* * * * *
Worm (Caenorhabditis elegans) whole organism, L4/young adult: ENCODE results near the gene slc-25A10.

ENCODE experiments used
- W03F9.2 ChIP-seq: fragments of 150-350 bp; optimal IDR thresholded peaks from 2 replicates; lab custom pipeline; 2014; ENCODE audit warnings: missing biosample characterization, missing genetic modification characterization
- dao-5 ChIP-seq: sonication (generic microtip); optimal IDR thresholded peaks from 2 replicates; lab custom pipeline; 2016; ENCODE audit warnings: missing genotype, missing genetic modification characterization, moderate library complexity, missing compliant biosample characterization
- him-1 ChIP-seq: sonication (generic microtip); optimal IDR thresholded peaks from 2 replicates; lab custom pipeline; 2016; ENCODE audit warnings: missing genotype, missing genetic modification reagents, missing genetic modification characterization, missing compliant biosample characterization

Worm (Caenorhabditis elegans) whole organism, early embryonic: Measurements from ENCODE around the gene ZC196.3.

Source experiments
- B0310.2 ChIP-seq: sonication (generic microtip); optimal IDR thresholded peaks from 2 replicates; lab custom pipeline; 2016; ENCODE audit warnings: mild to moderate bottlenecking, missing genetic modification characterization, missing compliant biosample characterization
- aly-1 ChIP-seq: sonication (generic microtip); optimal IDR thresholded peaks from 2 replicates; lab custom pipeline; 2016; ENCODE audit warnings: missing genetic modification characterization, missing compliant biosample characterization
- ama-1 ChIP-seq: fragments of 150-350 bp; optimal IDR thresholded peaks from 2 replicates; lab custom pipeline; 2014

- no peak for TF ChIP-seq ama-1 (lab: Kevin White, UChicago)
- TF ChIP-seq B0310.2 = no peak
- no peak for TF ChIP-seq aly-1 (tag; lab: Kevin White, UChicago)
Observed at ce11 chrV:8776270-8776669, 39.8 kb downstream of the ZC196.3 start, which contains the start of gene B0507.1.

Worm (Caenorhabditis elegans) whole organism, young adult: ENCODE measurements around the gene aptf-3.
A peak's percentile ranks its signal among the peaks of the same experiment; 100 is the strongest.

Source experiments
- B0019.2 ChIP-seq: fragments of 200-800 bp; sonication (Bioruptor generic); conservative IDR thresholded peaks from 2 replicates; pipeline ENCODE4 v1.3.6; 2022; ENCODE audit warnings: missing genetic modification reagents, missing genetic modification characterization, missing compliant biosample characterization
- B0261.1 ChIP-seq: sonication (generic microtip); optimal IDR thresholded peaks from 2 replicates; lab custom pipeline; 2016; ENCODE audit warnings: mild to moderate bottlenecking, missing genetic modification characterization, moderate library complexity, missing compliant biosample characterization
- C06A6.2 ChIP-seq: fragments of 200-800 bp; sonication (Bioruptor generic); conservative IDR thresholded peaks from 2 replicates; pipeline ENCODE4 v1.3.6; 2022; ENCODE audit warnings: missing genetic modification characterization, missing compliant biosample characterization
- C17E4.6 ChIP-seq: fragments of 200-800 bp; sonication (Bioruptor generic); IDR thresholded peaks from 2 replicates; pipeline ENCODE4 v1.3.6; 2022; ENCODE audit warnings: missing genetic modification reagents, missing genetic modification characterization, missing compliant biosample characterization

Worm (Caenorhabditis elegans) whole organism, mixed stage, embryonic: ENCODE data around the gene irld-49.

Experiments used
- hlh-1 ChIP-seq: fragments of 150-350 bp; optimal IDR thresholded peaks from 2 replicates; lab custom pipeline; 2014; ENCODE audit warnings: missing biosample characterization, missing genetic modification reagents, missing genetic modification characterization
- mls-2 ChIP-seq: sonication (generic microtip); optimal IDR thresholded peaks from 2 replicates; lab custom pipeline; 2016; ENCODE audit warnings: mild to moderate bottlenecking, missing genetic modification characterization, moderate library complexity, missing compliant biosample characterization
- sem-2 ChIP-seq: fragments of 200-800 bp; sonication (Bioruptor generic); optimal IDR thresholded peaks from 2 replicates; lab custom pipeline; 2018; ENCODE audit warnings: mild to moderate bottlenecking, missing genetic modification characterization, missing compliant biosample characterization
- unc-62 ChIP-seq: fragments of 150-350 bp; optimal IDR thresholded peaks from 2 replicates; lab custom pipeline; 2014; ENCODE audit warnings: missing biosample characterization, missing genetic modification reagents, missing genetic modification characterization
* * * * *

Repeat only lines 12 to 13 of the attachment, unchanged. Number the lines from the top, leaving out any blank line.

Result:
- TF ChIP-seq B0310.2 = no peak
- no peak for TF ChIP-seq aly-1 (tag; lab: Kevin White, UChicago)